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(Code and Color Key)

Adding Adjectives and Adverbs (Ex # 1)
from Heidi by Johanna Spyri
Analysis Key

Because the color codes should explain the function of most adjectives and adverbs, notes have been used only for those cases that might require explanation. (Unlike the analysis keys for most exercises, the functions of individual words within prepositional phrases are color coded here.)

1. He did not often get such a treasure (DO), | and therefore [#1] his face

was beaming | and he laughingly dropped the money (DO) deep [#2] {into

his pocket}. |

2. Heidi looked thoughtfully {at her fresh, new bed}. |

3. The strong wind nearly blew her (DO) {from her seat}. |

4. Suddenly she heard a loud, sharp scream (DO). |

5. Heidi suddenly wiped away her tears (DO), [Adv. (cause) to "wiped away"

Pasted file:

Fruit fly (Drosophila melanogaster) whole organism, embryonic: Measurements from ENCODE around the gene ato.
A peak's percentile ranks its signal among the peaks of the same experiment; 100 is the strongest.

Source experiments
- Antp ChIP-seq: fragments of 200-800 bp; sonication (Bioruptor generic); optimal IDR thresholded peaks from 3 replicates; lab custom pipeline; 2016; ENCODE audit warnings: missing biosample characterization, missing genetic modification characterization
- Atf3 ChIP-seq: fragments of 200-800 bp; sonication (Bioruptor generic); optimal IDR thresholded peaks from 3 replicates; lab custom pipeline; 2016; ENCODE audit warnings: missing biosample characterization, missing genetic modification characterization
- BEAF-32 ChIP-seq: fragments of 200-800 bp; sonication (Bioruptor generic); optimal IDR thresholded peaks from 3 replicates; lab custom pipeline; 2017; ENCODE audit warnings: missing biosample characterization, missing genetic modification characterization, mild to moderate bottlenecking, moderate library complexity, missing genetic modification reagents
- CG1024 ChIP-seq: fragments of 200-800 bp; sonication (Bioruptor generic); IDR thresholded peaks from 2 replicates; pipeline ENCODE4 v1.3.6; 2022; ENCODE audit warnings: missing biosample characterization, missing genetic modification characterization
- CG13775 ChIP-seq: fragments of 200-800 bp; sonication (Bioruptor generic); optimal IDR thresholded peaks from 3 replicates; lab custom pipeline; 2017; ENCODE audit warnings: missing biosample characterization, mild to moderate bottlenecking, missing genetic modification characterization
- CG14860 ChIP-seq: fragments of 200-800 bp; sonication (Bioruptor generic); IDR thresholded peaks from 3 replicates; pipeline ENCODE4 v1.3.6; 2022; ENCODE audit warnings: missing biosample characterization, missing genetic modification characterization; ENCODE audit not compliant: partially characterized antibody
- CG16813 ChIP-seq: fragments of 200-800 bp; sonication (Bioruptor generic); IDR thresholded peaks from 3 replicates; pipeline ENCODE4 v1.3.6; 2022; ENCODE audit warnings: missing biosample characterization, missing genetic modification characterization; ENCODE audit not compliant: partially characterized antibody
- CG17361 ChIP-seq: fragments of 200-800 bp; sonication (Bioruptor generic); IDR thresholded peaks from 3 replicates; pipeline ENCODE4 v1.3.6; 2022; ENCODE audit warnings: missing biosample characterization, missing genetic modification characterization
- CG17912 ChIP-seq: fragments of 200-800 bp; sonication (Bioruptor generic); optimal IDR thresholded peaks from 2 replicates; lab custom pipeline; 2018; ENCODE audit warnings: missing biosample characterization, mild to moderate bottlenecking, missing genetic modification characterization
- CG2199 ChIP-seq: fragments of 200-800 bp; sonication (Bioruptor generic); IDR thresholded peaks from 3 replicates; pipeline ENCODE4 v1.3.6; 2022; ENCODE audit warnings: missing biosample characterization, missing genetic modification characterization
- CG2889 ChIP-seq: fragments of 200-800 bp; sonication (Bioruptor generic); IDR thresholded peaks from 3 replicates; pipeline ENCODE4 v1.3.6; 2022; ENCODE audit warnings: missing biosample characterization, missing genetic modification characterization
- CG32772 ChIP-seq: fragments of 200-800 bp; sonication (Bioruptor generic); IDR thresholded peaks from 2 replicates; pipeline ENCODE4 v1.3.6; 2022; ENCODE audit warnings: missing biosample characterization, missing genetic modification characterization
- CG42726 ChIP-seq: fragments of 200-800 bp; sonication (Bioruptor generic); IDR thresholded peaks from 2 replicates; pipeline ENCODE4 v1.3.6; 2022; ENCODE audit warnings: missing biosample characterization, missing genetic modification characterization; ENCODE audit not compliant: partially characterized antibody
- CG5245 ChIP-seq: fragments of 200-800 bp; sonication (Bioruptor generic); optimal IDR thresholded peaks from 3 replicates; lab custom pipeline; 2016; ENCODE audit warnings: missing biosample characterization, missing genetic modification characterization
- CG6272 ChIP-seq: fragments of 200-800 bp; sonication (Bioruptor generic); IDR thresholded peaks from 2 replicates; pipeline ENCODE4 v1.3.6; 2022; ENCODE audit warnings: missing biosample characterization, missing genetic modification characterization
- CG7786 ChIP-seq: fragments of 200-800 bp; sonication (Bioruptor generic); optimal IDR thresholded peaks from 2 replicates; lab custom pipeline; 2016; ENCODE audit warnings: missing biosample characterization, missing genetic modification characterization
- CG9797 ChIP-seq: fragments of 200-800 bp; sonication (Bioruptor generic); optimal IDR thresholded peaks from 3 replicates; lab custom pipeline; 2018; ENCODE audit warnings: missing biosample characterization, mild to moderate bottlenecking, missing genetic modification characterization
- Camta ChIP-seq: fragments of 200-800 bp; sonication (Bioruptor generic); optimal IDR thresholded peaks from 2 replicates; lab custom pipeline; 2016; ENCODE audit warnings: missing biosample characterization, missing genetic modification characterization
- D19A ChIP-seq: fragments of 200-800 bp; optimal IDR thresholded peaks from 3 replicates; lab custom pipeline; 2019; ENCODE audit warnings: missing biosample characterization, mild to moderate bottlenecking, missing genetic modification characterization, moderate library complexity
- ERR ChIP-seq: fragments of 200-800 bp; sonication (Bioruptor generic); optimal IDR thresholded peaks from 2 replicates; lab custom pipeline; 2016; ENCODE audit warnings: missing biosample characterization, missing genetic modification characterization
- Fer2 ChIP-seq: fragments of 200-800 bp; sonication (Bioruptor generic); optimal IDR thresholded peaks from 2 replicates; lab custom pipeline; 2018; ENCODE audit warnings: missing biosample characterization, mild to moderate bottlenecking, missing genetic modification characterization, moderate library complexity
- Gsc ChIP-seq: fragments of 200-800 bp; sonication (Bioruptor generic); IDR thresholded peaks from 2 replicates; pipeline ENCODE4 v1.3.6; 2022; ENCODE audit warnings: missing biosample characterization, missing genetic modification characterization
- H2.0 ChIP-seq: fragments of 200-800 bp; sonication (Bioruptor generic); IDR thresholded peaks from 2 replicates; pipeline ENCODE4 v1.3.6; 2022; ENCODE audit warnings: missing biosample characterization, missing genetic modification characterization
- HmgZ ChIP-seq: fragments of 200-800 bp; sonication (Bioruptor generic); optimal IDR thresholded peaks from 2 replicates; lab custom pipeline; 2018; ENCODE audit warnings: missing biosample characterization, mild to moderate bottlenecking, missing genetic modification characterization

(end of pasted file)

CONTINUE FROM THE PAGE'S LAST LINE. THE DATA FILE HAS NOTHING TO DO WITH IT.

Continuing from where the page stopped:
[#3] for she had had a cheering thought (DO) ]. |

6. Blue and yellow flowers graciously greeted her (DO) {at every step}. |

7. The old grandmother alone [#4] stuck {to him} faithfully. |

8. She unexpectedly found herself (DO) {on a high white bed} {in a spacious

room} [#5]. |

9. A black stream {of ink} flowed darkly {across the length} {of the room}. |

10. Clara had a pale, thin face (DO) {with soft blue eyes}, [Adj. to "eyes"

which {at that moment} were watching the clock (DO) impatiently]. |

1. Some grammarians call "therefore" a conjunctive adverb because it helps connect two main clauses. Note that "and therefore" could be replaced by "so," but so doing would make the subordinate clause an adverbial clause of result.
2. Expect students who have not studied prepositional phrases to be confused by this. The adverb "deep" modifies the following adverbial prepositional phrase.
3. See KISS Level 3.2.2 - "So" and "For" as Conjunctions.
4.  If a student wanted to explain "alone" as an adverb to "stuck," I would accept it, but I would probably also ask the class how many of them see that as an acceptable explanation.
5. Because our brains tend to chunk constructions to the nearest thing that makes sense, I've marked the "in" phrase as adjectival and embedded in the preceding phrase, and thus modifying "bed." I would also accept it as an adverbial phrase to "found."